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The anime industry has grown significantly over the last few years, especially outside of Japan. It has spread rapidly across the world resulting in an increase in the licensing of various series, movies, and OVAs at an increased rate across multiple regions. Animax is acknowledged as the largest and the only 24-hour anime network in the world,[1] broadcasting its anime programs across Japan, Taiwan, Hong Kong, Southeast Asia, the Indian subcontinent, Latin America and South Korea.

Industry size[edit]

Television programs
Year of production Number produced Source
2000 124 [2]
2006 306 [2]
2008 288 [2]
Home video
Year Sales value Source
2005 97.1 billion yen[note1 1] [2]
2006 95 billion yen[note1 2] [2]
2007 89.4 billion yen[note1 3] [2]
2008 77.9 billion yen[note1 4] [2]
2011[note1 5] 19.6 billion yen[note1 6]
17.1 billion yen[note1 7]
[3]

Licensing[edit]

Anime has to be licensed by companies in other countries in order to be legally released. While anime has been licensed by its Japanese owners for use outside of Japan since at least the 1960s, the practice became well-established in the United States in the late 1970s to early 1980s, when such TV series as Gatchaman and Captain Harlock were licensed from their Japanese parent companies for distribution in the US market, often with fairly dramatic changes to the original concepts and storylines. The trend towards American distribution of anime continued into the 1980s with the licensing of titles such as Voltron and the 'creation' of new series such as Robotech through use of source material from several original series.

In the early 1990s, several companies began to experiment with the licensing of less children-oriented material. Some, such as A.D. Vision, and Central Park Media and its imprints, achieved fairly substantial commercial success and went on to become major players in the now very lucrative American anime market. Others, such as AnimEigo, achieved limited success. Many companies created directly by Japanese parent companies did not do as well, most releasing only one or two titles before completing their American operations.

Licenses are expensive, often hundreds of thousands of dollars for one series and tens of thousands for one movie.[4] The prices vary widely; for example, Jinki: Extend cost only $91,000 to license while Kurau Phantom Memory cost $960,000.[4] Simulcast internet streaming rights can be less expensive, with prices around $1,000-$2,000 an episode.[5]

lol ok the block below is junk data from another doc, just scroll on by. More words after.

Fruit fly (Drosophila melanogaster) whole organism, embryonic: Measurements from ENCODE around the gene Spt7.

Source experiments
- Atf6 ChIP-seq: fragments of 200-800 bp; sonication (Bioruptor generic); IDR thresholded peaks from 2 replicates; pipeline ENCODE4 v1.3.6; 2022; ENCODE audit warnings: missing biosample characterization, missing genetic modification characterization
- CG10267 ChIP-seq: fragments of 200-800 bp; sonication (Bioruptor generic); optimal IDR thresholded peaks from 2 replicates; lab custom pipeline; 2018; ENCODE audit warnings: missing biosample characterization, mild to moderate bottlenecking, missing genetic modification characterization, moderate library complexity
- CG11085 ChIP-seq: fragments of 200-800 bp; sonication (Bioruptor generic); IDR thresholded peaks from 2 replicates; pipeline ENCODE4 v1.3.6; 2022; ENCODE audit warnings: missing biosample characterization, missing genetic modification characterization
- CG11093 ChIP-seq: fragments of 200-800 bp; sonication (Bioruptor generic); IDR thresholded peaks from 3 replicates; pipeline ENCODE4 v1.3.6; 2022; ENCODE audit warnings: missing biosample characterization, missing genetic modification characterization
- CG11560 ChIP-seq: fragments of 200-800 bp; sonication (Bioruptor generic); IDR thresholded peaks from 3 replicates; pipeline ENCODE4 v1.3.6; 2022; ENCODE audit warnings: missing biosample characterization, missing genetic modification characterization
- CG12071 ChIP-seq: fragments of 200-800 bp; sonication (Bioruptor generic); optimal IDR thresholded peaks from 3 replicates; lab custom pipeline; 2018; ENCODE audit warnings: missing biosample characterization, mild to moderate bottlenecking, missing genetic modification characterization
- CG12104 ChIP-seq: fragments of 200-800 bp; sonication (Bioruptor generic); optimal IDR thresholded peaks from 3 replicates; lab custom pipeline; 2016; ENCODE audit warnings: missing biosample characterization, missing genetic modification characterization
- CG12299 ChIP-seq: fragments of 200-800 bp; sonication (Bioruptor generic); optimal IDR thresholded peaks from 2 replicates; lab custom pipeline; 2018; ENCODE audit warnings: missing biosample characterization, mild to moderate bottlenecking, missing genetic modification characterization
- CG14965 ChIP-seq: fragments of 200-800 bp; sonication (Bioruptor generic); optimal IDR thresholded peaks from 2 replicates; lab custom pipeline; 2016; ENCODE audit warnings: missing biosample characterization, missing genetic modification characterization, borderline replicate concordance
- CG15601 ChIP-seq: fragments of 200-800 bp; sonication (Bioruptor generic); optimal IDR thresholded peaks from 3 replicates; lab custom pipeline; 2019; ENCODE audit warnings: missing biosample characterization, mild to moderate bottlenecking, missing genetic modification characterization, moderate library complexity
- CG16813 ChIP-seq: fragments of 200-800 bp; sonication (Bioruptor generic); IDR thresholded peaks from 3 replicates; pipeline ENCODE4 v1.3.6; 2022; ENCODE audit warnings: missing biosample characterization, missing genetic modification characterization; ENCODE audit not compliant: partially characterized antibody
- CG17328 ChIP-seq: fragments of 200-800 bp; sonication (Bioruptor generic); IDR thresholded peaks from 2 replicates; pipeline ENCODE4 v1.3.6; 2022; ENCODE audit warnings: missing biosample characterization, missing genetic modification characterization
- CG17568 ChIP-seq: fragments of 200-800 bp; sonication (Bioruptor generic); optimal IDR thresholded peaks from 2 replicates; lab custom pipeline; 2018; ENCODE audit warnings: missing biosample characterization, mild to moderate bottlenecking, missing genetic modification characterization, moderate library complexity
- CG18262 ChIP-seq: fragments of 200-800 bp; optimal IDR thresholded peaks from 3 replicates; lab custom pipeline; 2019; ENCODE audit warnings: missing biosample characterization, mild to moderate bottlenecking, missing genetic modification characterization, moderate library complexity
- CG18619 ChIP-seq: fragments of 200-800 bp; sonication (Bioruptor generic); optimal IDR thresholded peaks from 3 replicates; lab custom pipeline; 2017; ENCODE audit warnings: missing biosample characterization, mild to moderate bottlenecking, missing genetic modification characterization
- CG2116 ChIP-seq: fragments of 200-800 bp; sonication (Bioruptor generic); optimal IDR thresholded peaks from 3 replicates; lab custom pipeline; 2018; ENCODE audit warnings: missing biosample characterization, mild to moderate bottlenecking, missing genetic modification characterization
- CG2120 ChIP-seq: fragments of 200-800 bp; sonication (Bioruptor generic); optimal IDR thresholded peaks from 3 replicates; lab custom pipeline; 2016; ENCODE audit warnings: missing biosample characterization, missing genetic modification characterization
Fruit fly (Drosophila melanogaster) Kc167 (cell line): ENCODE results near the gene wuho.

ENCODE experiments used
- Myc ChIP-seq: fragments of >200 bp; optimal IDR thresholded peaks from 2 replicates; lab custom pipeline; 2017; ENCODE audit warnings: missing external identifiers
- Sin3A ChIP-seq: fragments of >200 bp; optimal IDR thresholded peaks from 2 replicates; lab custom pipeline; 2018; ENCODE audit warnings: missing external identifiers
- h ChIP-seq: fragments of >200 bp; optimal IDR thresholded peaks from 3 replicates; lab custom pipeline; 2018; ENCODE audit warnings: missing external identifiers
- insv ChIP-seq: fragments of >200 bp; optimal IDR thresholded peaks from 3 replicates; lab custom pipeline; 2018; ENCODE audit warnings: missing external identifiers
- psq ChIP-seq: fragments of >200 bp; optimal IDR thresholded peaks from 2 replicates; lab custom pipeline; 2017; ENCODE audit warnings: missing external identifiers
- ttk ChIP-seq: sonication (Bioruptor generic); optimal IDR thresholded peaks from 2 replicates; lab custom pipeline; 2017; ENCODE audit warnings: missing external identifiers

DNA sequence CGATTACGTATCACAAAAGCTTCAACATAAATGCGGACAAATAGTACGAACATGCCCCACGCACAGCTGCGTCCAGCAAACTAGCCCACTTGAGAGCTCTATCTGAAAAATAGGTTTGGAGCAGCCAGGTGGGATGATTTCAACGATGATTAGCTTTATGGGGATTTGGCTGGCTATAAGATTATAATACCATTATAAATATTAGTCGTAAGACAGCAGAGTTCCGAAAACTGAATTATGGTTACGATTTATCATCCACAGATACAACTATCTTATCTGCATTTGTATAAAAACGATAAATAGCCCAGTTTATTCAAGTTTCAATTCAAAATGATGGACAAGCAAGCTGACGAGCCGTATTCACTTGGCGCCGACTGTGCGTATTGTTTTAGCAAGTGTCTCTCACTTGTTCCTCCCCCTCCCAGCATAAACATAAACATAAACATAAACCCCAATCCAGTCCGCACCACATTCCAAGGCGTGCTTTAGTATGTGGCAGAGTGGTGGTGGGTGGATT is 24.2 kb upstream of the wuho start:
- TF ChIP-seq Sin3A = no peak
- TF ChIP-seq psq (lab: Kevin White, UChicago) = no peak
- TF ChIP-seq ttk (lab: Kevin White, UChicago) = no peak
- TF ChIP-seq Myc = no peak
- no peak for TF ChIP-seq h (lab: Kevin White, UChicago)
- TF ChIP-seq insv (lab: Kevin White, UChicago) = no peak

See also[edit]

Notes and references[edit]

  1. ^ DVDs and Laserdiscs
  2. ^ DVDs and Laserdiscs
  3. ^ DVDs
  4. ^ DVDs, Blu-ray Discs and HD DVDs
  5. ^ H1: December 27, 2010 to June 26, 2011
  6. ^ DVDs
  7. ^ Blu-ray Discs

Original courtesy of Wikipedia: http://en.wikipedia.org/wiki/Anime_industry — Please support Wikipedia.
This page uses Creative Commons Licensed content from Wikipedia. A portion of the proceeds from advertising on Digplanet goes to supporting Wikipedia.
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882 news items

Nippon.com

Nippon.com
Mon, 26 Jan 2015 16:33:40 -0800

“Anime” has become a common term worldwide among the younger generation raised on Japanese animation and these fans have come to expect a lot from anime produced in Japan. This article looks at the challenges ahead for the anime industry as it ...
 
Anime News Network
Tue, 28 Oct 2014 16:03:45 -0700

Director Hideaki Anno had some words about the state of the Japanese entertainment industry as well, at an event honoring his work. Said Anno, "the Japanese animation industry has hit a dead end—it will be tough to escape unless we can make animation ...

Telegraph.co.uk

Telegraph.co.uk
Tue, 27 Jan 2015 01:16:37 -0800

"There is still a lot of work ahead of us", said Junko Miyamoto, co-representative of the NGO End Child Prostitution, Child Pornography and Trafficking of Children for Sexual Purposes (ECPAT Japan.) "Japan's manga and anime industry is wonderful, but ...

moviepilot.com

South China Morning Post (subscription)
Sat, 13 Sep 2014 21:36:02 -0700

But the anime industry has also long relied on labour in other Asian countries such as South Korea and Vietnam - especially for the simpler jobs - while keeping the more creative, high-end work in Japan. Now, however, this division of labour is shifting.

RocketNews24

RocketNews24
Thu, 08 Jan 2015 08:04:08 -0800

Considering the deplorable track record the international education community has in providing pupils with a proper background in such critical subjects as “important members of the anime industry,” some of our younger readers may not be familiar with ...

The Fandom Post

The Fandom Post
Wed, 28 Jan 2015 05:52:30 -0800

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Tue, 20 Jan 2015 09:48:45 -0800

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Anime News Network
Sat, 24 Jan 2015 12:03:45 -0800

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